zodiac, in astronomy and astrology, a belt around the heavens extending 9° on either side of the ecliptic, the plane of Earth’s orbit, and of the Sun’s apparent annual path. The orbits of the Moon and of the principal planets also lie entirely within the zodiac. The 12 astrological signs of the zodiac are each considered to occupy 1/12 (or 30°) of its great circle. These signs no longer correspond to the astronomical constellations in which the Sun actually appears. The constellations are irregular in size and shape, and the Sun regularly passes through one constellation (Ophiuchus) that is not considered a member of the zodiac.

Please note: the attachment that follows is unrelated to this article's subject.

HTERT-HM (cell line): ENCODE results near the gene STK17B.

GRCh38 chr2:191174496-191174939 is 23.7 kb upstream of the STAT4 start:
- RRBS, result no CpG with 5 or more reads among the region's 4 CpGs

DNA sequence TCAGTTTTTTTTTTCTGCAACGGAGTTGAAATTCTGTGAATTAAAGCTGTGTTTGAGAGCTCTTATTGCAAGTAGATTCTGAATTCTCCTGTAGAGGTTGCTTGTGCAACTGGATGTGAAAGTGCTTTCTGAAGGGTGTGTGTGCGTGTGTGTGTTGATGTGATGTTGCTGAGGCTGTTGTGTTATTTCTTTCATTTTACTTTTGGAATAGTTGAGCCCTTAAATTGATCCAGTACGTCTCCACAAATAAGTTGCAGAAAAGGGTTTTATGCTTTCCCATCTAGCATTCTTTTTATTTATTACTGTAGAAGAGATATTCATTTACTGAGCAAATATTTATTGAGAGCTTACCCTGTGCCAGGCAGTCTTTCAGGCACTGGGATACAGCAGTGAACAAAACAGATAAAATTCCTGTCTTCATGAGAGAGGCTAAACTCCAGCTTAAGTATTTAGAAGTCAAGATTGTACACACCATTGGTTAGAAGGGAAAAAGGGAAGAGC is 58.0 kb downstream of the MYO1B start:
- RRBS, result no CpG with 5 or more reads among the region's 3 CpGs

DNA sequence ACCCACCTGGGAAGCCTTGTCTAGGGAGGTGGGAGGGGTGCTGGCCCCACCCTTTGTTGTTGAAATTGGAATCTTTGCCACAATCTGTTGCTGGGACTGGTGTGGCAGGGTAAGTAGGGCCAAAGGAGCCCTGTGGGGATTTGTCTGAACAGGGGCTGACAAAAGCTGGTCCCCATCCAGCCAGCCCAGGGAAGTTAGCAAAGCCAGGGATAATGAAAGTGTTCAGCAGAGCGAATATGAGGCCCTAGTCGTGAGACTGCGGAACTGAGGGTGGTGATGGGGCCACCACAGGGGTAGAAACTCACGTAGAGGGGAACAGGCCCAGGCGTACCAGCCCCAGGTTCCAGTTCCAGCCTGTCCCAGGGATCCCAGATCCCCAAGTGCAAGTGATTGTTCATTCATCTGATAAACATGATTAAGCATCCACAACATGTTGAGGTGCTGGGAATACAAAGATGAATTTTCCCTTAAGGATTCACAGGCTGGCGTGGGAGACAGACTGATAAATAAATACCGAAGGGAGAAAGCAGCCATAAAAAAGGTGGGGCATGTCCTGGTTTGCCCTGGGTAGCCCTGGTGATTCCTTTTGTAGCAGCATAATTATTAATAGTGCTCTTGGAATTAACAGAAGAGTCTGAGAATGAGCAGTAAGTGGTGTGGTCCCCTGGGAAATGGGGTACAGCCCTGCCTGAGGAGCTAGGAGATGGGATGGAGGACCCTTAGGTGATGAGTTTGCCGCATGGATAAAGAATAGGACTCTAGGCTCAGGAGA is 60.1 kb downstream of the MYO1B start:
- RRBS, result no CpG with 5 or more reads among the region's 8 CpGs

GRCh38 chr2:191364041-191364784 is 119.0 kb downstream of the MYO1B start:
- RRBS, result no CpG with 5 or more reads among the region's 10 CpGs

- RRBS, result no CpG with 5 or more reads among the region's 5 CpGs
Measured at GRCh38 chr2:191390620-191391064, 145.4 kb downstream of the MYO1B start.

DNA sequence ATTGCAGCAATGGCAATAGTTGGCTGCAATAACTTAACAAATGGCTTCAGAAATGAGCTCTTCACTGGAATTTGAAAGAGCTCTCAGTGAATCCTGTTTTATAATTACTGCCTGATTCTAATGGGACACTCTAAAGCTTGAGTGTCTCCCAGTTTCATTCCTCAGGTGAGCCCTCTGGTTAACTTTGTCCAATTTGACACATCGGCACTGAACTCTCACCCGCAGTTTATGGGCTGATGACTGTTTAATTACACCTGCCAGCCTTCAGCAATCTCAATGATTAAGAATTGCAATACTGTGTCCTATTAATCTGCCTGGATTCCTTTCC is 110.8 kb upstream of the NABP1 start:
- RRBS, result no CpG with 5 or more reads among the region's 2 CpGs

Because most of the constellations through which the ecliptic passes represent animals, the ancient Greeks called its zone “circle of animals,” or “the little animals.” The size and number of zodiacal constellations varied in antiquity and became fixed only with the development of mathematical astronomy. The list below gives the constellations of the zodiac, with the dates of the Sun’s passage through them in the era when their boundaries were fixed. These dates are still used for the astrological signs, though precession of the equinoxes has shifted the constellations eastward; e.g., on January 1 the direction of the sun is now in Sagittarius instead of Capricornus. The history of the symbols is unknown; they seem to appear first in Greek manuscripts of the late Middle Ages.